There's enough here to satisfy aficionados of offbeat, fiercely inventive pop music.
Nick Levine 2011
How many years has it been since Tom Vek released his debut album, We Have Sound? So many that the elusive Londoner even promoted the now semi-legendary record by making a cameo appearance on The O.C., the US teen drama series that's long since been consigned to "dusty box-set at the back of the shelf" status. Hence, the pertinent question: does the self-taught multi-instrumentalist still have something special to offer in the more kaleidoscopic musical climate of 2011?
The answer is a resounding yes – largely because the erstwhile Thomas Timothy Vernon-Kell still has a thrillingly singular way with rhythm. He builds these 12 songs from the beats up, adding hooky, often heavy guitar riffs, bolstering with synths that alternate between stabbing and squiggling, and then decorating with everything from Mellotron to disco zaps to New Order-style basslines. Leisure Seizure is less grungy and more gutsy than Vek's garage-recorded debut, but the presence of Marina & The Diamonds collaborator Liam Howe – who co-produces alongside Vek and DJ Tom Rixton – hasn't resulted in a glossy pop record. Aside from the hymnal, ambient Close Mic'ed, which tips its cap ever so subtly in the direction of dubstep, Leisure Seizure is a bracingly noisy affair – as committed to clattering as a toddler who's just discovered mummy's saucepan cupboard.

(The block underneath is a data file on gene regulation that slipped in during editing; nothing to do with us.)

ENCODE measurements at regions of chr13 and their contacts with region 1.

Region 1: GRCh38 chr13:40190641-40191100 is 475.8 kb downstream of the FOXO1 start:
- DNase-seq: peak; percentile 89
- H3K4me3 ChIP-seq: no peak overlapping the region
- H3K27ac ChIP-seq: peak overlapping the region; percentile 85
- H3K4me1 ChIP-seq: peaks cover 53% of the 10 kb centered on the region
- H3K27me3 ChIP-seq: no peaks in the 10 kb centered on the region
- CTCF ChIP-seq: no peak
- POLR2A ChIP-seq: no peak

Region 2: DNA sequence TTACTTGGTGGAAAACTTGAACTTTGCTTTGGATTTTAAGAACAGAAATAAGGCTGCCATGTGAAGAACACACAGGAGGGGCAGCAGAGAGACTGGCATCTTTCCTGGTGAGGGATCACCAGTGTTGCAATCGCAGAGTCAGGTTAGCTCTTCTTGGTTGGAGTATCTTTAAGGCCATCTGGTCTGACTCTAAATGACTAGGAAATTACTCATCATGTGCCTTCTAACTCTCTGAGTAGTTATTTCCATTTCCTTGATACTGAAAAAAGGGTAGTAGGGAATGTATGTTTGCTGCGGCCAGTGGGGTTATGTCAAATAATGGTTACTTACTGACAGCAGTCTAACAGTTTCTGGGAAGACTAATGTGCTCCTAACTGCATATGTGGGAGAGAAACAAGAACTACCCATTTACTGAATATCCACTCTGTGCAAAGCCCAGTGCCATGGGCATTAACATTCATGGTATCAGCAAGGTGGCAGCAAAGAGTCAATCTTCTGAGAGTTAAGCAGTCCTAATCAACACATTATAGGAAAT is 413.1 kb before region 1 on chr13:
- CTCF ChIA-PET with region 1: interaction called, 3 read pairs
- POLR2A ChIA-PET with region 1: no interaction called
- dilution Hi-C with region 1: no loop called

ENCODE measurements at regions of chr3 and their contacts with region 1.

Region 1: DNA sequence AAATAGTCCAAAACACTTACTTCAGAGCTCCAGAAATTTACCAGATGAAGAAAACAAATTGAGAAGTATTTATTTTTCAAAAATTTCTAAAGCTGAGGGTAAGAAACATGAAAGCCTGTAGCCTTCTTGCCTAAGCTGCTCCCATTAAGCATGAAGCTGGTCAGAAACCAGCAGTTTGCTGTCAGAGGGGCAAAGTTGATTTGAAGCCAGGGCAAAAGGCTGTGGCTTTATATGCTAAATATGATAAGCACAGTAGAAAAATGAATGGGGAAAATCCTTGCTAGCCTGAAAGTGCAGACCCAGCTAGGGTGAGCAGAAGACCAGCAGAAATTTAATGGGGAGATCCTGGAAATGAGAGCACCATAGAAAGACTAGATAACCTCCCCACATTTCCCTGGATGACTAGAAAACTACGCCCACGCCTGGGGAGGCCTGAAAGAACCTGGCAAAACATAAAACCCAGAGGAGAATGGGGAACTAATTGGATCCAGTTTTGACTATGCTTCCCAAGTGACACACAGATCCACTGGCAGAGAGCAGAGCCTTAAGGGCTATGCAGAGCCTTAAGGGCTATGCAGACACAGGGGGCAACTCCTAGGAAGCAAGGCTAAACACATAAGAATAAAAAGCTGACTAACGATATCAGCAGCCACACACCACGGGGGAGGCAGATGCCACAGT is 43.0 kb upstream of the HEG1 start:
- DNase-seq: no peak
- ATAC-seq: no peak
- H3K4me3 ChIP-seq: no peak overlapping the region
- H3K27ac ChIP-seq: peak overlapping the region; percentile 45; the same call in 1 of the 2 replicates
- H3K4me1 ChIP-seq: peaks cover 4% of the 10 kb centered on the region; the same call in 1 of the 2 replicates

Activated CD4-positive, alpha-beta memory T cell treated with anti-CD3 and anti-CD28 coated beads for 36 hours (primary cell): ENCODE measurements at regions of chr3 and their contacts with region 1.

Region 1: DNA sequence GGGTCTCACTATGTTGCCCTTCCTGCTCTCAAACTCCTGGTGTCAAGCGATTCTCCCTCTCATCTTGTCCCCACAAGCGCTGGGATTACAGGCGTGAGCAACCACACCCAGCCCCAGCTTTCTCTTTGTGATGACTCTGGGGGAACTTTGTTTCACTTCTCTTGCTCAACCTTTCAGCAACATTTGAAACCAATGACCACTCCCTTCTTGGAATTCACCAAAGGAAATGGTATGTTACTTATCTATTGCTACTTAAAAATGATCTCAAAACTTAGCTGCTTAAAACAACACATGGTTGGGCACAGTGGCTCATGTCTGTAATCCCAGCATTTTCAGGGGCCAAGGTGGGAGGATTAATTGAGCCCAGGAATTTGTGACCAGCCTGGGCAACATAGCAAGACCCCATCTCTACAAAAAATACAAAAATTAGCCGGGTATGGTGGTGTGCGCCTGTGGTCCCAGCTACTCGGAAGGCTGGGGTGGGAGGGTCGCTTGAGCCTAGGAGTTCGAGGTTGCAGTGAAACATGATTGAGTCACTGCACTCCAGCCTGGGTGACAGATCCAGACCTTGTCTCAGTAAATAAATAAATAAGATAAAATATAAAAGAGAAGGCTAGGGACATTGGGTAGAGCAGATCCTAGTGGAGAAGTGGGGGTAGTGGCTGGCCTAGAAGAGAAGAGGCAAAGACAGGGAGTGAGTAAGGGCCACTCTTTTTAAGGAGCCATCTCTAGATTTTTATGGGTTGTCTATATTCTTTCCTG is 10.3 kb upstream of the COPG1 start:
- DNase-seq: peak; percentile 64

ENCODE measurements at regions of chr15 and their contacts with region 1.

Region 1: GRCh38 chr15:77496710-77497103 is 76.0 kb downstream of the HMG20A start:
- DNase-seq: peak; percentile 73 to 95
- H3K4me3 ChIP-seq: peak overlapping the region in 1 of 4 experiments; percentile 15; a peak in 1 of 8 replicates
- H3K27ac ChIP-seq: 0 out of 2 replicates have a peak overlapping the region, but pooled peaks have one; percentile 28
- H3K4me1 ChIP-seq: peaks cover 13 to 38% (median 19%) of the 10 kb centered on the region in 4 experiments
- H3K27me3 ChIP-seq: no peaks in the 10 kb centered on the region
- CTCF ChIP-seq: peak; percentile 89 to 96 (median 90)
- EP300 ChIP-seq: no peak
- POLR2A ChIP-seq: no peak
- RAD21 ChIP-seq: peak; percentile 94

Those scanning for clues into the record's lengthy gestation period are unlikely to be disappointed. As well as suggestions of romantic bitterness, Vek's cryptic lyrics contain teasing hints of loneliness, world-weary resignation and crippling inertia. "We do nothing with our time…" goes the chorus of one song. However, as potentially insightful as these sound bites might be, it's also important to note that Leisure Seizure sounds fresh and fully-realised rather than excessively fussed-over or borne out of frustration. Perhaps Vek wasn't being glib when he told the NME recently: "It's necessary to be mysterious about your operations when they're a mystery to you."
So while six years is still far too long to wait for any album not auteured by one Catherine Bush of Bexleyheath, there's more than enough here to satisfy aficionados of offbeat, fiercely inventive pop music – and who knows, maybe even the musical director of Gossip Girl?